Nonprofit helps transform lives one table at a time.
On most Wednesdays, a dozen moms and twice as many small children meet at the Chick-fil-A Bloomingdale in suburban Chicago around 10:45 a.m.
The moms place their orders at the counter while the kids fidget with excitement at their seats. They want to run to the play area immediately, but they know they have to eat their lunch first. For the next couple of hours, the dining room is buzzing with activity. The kids bounce between their seats and the play area while the moms sit around the dining room’s large family-style table and catch up.
Nicole Fraser and Kristen Knobloch began organizing weekly get-togethers at this restaurant more than a year ago. As the owners of Fit4Mom Bartlett-Barrington, a franchise offering fitness classes for moms, Fraser and Knobloch wanted a family-friendly place to go after their Wednesday morning classes.
“We have moms who have kids with them at the workout,” Fraser said. “So, we were looking for a place we could go that would be kid-friendly and would keep the kids happy and entertained while the moms could sit around, talk and support each other.”
Chick-fil-A’s new restaurants are especially well-designed for this type of gathering. In the middle of each dining room sits a handcrafted, pinewood table that can easily seat larger groups, like the moms of Fit4Moms. These rustic tables can currently be found in 381 Chick-fil-A restaurants across the country, but each one is made from scratch in Peachtree City, Ga. And each one tells its own story.
John Barrow wastes no words when describing his upbringing in New York.
“I was a prodigal youth,” he says. “I was deep into drugs and alcohol until the age of 24.”
Eventually, Barrow’s lifestyle caught up with him, and he was sent to prison. It was behind bars that he began turning his life around. He started reading the Bible and learned masonry. Following his release, Barrow started his own masonry business, eventually expanding into general contracting.
By the early 2000s, Barrow’s business was doing well, and a conviction to make the most of his gifts led him to purchase 50 acres in the small town of Senoia, Ga., located 35 miles south of Atlanta. His goal was to create a program that would help others who were struggling with addiction.
“It always weighed on my heart to give back and see how I could make a difference with other guys,” he said.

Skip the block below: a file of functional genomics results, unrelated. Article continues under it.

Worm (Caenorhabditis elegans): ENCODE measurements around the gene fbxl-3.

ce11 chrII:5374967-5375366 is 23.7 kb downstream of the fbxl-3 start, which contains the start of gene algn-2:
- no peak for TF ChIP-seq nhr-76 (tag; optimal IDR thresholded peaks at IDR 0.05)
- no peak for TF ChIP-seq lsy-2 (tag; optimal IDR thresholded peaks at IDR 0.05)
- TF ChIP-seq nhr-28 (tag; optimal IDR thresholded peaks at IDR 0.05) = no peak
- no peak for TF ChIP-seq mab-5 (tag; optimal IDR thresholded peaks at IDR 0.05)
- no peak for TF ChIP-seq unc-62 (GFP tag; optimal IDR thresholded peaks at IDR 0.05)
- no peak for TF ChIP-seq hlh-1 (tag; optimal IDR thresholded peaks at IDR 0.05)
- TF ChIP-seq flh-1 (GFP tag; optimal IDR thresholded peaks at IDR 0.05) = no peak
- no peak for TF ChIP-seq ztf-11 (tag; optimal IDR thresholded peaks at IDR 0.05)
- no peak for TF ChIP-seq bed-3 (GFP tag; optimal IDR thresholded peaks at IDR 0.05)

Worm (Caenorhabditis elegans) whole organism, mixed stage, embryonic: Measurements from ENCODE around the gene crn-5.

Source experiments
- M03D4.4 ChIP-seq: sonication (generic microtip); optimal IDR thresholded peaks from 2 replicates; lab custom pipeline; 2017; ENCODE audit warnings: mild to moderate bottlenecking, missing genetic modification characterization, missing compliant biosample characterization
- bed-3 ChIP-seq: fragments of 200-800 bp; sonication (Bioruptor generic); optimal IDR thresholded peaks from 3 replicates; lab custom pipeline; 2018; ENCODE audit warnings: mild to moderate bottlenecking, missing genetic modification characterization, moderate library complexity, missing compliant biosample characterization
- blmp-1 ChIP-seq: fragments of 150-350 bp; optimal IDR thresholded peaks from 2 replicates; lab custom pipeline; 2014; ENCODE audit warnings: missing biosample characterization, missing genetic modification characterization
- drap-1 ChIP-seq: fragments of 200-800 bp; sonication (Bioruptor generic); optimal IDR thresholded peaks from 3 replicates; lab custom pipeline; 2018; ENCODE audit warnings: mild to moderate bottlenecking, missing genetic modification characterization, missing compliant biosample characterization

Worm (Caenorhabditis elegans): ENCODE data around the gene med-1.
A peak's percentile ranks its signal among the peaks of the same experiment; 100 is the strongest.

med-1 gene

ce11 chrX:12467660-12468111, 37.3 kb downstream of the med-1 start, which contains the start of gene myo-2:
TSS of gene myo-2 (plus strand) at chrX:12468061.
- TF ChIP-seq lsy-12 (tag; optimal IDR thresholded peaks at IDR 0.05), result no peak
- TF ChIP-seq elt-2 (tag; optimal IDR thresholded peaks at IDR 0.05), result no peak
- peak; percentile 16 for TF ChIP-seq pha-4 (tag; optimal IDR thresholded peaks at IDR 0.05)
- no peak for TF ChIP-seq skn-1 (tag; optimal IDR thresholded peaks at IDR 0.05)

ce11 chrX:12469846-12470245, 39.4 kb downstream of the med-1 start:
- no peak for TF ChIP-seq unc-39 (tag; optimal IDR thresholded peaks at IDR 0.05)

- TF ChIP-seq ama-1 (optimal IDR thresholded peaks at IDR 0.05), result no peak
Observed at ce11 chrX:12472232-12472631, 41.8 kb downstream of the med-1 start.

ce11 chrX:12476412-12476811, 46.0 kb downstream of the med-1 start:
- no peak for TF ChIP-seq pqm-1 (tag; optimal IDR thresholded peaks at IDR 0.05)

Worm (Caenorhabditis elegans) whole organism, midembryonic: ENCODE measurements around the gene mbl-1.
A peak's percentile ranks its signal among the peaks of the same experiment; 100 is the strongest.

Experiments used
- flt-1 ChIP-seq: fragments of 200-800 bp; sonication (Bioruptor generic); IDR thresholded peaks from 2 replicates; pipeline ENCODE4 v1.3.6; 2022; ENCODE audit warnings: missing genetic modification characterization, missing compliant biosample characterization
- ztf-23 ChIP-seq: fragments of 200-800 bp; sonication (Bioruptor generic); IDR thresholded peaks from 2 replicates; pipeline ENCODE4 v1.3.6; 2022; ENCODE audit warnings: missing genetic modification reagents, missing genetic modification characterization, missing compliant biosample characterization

Barrow called his organization A Better Way Ministries, which started in 2005 in a 1,500-square-foot farmhouse. Far more than a rehab center, it’s a place where men live, work and study together with the goal of transforming their lives and overcoming addiction.
In a little more than 10 years, the program has outgrown that farmhouse in Senoia. Its campus, now located in nearby Peachtree City, Ga., contains six homes and 14 apartments for its 100 residents, as well as a 10,000-square-foot multipurpose facility. A Better Way Ministries supports its mission primarily with income from a moving company, a thrift store and a table-making business, all of which are operated by program residents.
A Place to Come Together
It was one of their tables that caught the attention of Chick-fil-A CEO Dan Cathy at a small store in downtown Senoia. Around the same time, Chick-fil-A was revisiting the look and feel of its restaurants. The company wanted a signature element in the restaurant that created a more authentic feel to the restaurant. A larger table was the perfect fit.
“We wanted meaning behind every element,” said Alison O’Rourke, senior manager of restaurant design innovation at Chick-fil-A.
Chick-fil-A liked the tables so much that they decided to source tables for all their new restaurants from A Better Way Ministries. This decision was not without its challenges. The organization had not been making the tables for very long and was still honing its process. There was also the challenge of scaling up from creating 30 tables per year to the more than 100 tables that Chick-fil-A would need each year for its new restaurants. But Barrow’s team overcame those obstacles, and the tables can now be found in restaurants nationwide.
“The tables represent a place to gather in the rest as well as a place to come together,” said O’Rourke. “That’s why they’re located in a centralized spot. We wanted to promote the idea of friends and family having a centralized spot and sharing a meal together.”
One of the most notable features of these custom-made tables is not something that is visible to most people. On the underside of each table is a plaque with an inscription that tells the story of one of the men who made the table. This testimony creates a connection between restaurant patrons and the table makers.
“A lot of these guys come into our program with the deck stacked against them, and it’s amazing to watch the transformation once you show them another way to live,” Barrow said.
These tables serve as a physical reminder of the transformation hundreds of men have experienced through A Better Way Ministries.
Back at Chick-fil-A Bloomingdale, the moms and their children begin leaving once the lunch rush starts picking up. They will be back next week after class and look forward to continuing to strengthen their own community.
“We are all about community. We call our moms ‘our village,’ and they are,” Knobloch said. “We are all about supporting a community, whether that’s a community of moms or the communities we live in. Knowing these tables were handcrafted and there’s a benevolent reason behind them makes them that much more special.”